The other day, I made a phallic joke on my Facebook page. It was generally well received. However, a few people didn’t like it. One person even went so far as to offer the following comment:
“Wow. Is this all you guys could come up with to talk about? It’s honestly no wonder people aren’t drawn to Christ when this is the type of crap you choose to focus on. It’s insulting and completely anti-Christ.”
Now, I will admit that focusing on jokes that are phallic in nature is probably not the best way to spend all your time. Which is why most of my time is spent thinking about other topics.
That said, what I found particularly interesting about this comment is that it alleges that people aren’t “coming to Jesus” because Christians, by and large, are too crass. Or that because we are irreverent with our humor, that that somehow deters people from converting to Christianity. Frankly, that has not been my experience. Not in the slightest! Per my experience, the reasons are much, much different. Here are just five that I’ve come across.
We Are Too Hypocritical
I’ve said it before and I’ll say it again: Before judging others and their sin, we Christians need to, first and foremost, clean off our own porch. You know, that whole plank and speck stuff Jesus talked about? Instead, though, we tend to just sit and clamor about “gay marriage,” for example, and then get divorced at a rate no different than the secular world. And how many times have we heard news stories about vehemently anti-gay preachers getting caught up in some overtly homosexual acts? Just Google it if you aren’t sure. But beware, you’ll likely be stuck at your computer for a while.
Over and over, we sit atop our throne of piety and judge the world and its actions, never once considering how disgusting our behavior can be. It’s pretty shocking, really, and it is one of the major reasons people are done with Christianity. At least, that is what I’ve heard, over and over, from those who have either walked away from the faith or stayed away entirely.
We Reject Science
This reason is a big one for people. In fact, because so many of us opt to interpret Genesis 1 as a literal, historical account of the creation of the cosmos, we’ve become a laughing stock. I mean, given the fact that the sun—you know, that big ball in the sky that is needed in order to determine what a day is—isn’t created until the fourth day, it is pretty silly to believe that each “day” in Genesis corresponds to an actual 24-hour period. Amiright?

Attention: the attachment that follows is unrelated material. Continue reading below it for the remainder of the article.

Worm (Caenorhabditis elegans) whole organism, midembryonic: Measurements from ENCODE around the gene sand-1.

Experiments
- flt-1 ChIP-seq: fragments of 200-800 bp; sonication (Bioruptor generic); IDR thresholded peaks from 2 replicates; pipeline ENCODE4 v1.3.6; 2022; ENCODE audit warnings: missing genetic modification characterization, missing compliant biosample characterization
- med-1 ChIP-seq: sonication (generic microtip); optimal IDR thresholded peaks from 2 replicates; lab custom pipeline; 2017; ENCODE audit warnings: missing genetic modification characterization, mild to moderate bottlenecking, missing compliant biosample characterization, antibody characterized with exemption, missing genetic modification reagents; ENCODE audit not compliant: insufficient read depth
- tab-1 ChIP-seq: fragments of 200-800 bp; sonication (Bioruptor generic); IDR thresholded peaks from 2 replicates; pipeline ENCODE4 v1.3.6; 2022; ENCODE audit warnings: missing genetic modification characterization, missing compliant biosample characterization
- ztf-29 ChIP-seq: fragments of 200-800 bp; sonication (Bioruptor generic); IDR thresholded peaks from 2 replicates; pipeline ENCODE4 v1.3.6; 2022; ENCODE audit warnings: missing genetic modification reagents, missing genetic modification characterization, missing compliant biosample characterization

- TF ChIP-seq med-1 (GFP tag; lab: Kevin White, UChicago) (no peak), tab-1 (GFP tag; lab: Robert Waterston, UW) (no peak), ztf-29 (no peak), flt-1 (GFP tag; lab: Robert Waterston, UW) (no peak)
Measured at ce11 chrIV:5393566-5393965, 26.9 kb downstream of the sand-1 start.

But no, we just keep on keeping on, wasting our time arguing for things the Bible is simply not arguing for; as if it makes more sense to believe the writer of Genesis had science, and not the competing creation myths, in mind when he wrote down the Hebrew version of the story. Puh-lease!
We’re Obsessed with Hell
This is a major turn off for people. If you don’t believe me, just ask them. I’m guessing at least half of the non-believers you come across will tell you that hell is one major roadblock for them. And more than that, our obsession with consigning so many of our human family to the eternal flames is, well, beyond horrifying. Indeed, far too often we come across as sadistic assholes.
We Are Patriarchal
While many in the secular world advocate for equal rights for men and women, the Church has consistently pushed against such a thing. Oh, we wouldn’t admit it. No! But it’s true nonetheless. Just head over to your local Reformed or Southern Baptist or Catholic or Christian & Missionary Alliance or—well, you get the point, most every church—and see how many women serve as elders, or preach from the pulpit, or are on the board, or in any other major leadership role. I’m guessing you’d be hard pressed to find any. Instead, they’ll probably be consigned to playing back-up keyboards or serving crackers and grape juice every fourth Sunday. Not to say that those roles aren’t just as important as any other, but we need women in leadership, too.
This is a sad state of affairs. Women can and should be CEOs, politicians, doctors, lawyers, and whatever else they want to be, but not pastors. Not preachers. Not elders. Not board members. It’s time we change that, lest we continue to turn people away from the faith.
We Have a Messed-Up View of the Cross
As Brad Jersak points out in his book A More Christlike God, the common Western view of atonement is really good at one thing: creating atheists. Why? Because they at least recognize how grotesque it is to suggest that a loving father would ever pour out his anger and wrath onto a broken child because other people messed up. In the real world, this would never fly. Imagine, for a moment, beating the crap out of one of your kids so that you don’t have to do it to all of them, and then calling yourself loving and just. You can’t, can you? Then why do we think God behaves like this?
So, in my estimations, if we change our view of the cross, we may prevent people from walking away. And more than that, if we can recognize all the reasons people are not drawn to Christ, we’ll have a better chance at influencing the world for the better, at drawing them to Christ so to speak. Isn’t that what we claim to want? That people will be drawn to Christ, not repelled because of the actions of those who follow him? That’s my hope, anyway.
Until next time.